Swim safely in Summit County | SummitDaily.com

Swim safely in Summit County

Steve Prosise, REHS, Senior Environmental Health Specialist
Summit County Public Health

Swimming and other water-related activities are excellent ways to realize the health benefits of regular physical activity, as part of a healthy Summit County lifestyle. The week before Memorial Day (May 22–28) is National Healthy and Safe Swimming Week (HSSW). The goal of this observance is to raise awareness about healthy swimming behaviors, including ways to prevent recreational water illnesses (RWIs).

RWIs are caused by pathogens in the water. A person can contract an RWI by swallowing or breathing in the mists of contaminated water in swimming pools, water parks, hot tubs, interactive fountains, water play areas, lakes, rivers or oceans.

The theme of this year’s Swimming Week is “Diarrhea and Swimming Don’t Mix.” Diarrheal incidents in recreational water can lead to outbreaks. Diarrhea and swimming definitely don’t mix! Diarrhea is the most common symptom of recreational water illness (RWI). Swimmers who are sick with diarrhea—or who have been sick in the last two weeks—risk contaminating pool water with germs.

Diarrheal illnesses are caused by germs such as Cryptosporidium (Crypto), Giardia, Shigella, norovirus or E.coli. These germs can live from minutes to days in pools, even if the pool is well-maintained. Some germs are very tolerant to chlorine and were not known to cause human disease until recently. Once the pool has been contaminated, all it takes is for someone to swallow a small amount of pool water to become infected. Children, pregnant women and people with weakened immune systems are most at risk for RWIs.

According to the Centers for Disease Control (CDC), in the past two decades there has been a substantial increase in the number of RWI outbreaks associated with swimming. Nationally, Crypto has become the leading cause of swimming-pool-related outbreaks of diarrheal illness. From 2004 to 2008, reported Crypto cases increased from 3,411 to 10,5008. Also concerning, a 2010 CDC study found that one in eight public pool inspections resulted in pools being closed immediately due to serious code violations such as improper chlorine levels or pH.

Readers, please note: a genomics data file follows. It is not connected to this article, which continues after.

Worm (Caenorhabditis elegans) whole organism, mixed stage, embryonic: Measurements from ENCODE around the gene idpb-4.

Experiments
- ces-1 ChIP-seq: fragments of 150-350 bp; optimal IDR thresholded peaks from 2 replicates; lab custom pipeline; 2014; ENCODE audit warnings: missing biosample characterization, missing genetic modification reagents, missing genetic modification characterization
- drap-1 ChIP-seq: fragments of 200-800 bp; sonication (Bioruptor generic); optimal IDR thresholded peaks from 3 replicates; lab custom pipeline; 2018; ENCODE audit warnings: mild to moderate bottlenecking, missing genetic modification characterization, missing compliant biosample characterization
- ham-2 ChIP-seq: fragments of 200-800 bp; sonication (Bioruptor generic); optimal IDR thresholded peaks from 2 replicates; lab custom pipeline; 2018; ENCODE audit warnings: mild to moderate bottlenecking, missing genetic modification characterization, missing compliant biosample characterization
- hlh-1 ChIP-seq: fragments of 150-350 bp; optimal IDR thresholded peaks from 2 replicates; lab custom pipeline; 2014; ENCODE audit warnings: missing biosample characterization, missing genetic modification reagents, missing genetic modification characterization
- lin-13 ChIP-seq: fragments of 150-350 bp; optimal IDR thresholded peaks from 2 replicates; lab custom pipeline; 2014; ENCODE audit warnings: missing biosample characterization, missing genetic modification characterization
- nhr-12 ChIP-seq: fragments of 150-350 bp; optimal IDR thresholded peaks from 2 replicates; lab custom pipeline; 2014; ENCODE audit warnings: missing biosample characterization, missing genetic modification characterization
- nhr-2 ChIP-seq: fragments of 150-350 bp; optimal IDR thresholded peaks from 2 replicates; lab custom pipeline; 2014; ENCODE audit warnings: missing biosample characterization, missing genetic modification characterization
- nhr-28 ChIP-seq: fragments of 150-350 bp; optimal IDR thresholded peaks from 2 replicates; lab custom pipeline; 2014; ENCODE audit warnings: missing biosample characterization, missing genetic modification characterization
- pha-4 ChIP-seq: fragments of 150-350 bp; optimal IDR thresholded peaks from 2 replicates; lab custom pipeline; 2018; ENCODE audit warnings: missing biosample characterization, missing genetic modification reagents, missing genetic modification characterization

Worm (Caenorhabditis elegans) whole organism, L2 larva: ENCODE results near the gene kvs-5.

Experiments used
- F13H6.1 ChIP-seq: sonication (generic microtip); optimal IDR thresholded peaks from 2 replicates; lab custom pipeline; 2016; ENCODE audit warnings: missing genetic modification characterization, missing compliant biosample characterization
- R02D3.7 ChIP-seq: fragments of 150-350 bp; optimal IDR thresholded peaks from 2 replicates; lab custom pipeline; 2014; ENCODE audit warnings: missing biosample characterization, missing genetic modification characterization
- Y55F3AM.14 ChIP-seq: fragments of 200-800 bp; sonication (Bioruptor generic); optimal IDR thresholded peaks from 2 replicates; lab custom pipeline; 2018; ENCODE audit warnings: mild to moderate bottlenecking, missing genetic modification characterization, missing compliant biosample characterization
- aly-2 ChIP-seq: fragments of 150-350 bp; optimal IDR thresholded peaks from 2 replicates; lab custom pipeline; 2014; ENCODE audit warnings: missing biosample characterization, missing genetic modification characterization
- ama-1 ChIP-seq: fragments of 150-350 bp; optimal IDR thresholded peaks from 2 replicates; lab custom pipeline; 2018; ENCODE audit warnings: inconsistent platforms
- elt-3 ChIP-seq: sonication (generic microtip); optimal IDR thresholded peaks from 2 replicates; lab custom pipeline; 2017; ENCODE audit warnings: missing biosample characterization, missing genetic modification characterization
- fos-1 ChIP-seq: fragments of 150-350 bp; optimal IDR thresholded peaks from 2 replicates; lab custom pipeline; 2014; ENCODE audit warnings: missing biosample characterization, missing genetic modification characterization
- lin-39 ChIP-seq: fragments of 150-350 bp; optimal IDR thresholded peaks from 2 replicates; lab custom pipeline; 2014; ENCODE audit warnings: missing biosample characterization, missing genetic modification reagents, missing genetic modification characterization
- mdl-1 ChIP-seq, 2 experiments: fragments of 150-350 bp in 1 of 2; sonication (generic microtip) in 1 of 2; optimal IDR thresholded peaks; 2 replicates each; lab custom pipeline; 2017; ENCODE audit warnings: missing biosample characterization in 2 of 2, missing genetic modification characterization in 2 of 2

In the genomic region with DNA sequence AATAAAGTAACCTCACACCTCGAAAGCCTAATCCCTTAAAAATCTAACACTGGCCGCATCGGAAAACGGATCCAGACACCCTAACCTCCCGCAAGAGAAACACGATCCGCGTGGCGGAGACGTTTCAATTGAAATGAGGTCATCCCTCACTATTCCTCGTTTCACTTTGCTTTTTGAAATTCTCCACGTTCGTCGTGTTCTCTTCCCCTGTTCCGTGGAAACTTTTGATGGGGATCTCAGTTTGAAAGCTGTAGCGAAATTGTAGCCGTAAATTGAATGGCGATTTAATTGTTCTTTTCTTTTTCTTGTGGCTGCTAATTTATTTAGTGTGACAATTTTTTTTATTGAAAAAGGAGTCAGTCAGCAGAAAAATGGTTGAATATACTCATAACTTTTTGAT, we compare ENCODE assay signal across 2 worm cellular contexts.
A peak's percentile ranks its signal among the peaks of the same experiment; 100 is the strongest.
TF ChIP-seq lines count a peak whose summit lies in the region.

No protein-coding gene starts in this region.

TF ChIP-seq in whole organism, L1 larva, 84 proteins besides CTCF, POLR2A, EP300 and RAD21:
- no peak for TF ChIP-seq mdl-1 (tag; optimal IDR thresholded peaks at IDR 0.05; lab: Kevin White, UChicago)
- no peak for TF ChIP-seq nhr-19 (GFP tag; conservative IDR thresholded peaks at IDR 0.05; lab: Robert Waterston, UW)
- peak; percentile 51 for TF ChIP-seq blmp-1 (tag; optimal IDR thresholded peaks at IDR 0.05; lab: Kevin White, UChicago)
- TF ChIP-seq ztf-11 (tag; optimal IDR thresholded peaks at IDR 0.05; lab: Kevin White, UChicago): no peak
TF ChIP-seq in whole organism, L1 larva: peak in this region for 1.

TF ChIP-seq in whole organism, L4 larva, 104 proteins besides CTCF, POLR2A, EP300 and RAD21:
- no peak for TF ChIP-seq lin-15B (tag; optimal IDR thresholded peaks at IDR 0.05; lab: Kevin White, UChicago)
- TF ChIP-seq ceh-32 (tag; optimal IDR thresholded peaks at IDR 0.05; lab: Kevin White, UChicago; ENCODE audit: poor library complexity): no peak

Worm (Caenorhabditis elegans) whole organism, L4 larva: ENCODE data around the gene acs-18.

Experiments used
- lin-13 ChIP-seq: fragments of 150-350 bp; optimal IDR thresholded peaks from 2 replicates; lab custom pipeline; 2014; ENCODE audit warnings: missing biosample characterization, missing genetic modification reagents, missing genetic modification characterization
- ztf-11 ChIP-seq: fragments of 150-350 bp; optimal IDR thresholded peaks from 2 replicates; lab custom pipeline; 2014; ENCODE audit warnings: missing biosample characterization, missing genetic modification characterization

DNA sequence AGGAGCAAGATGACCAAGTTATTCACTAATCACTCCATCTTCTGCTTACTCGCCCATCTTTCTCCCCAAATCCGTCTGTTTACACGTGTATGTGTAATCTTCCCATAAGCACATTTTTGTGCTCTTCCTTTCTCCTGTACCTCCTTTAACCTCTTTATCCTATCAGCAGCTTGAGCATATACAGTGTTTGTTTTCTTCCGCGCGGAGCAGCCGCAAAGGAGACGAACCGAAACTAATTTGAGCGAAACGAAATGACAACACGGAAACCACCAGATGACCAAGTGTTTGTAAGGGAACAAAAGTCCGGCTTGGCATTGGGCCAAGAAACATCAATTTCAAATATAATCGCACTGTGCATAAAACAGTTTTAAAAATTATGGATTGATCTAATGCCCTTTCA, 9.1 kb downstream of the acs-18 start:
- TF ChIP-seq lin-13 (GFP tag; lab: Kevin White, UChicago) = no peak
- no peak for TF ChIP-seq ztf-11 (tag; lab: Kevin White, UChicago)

The best way for you to prevent RWIs is to keep pathogens out of the pool in the first place. Follow these six steps for a safe and healthy swimming experience:

Three Steps For All Swimmers

• Don’t swim when you have diarrhea.

• Don’t swallow pool water.

• Practice good hygiene. Shower with soap before swimming and wash your hands after using the toilet or changing diapers. Germs on your body end up in the water.

Three Steps for Parents of Young Children

• Take kids on bathroom breaks and check diapers often.

• Change diapers in a bathroom or a diaper-changing area and not at poolside.

• Wash your children thoroughly (especially the rear end) with soap and water before they go swimming.

The Summit County Environmental Health Department is responsible for ensuring that public and semi-public pools and spas are operated in a healthy way that prevents the spread of diseases, in accordance with the Colorado Pool & Spa Regulations. Although our staffing levels do not permit routine inspection of such facilities, staff review plans for new or extensively remodeled facilities and investigate all complaints received by the public.

Our complaint investigations focus on determining the following:

• Whether the pool or spa was the cause of illness

• Operational gaps that may have caused the illness (e.g., lack of disinfectant)

• Capacity of the operator for maintaining the facility

• Proper record keeping.

So, with summer right around the corner, Summit County Environmental Health encourages you to swim safely in Summit. For more information, visit SummitCountyCO.gov/414.

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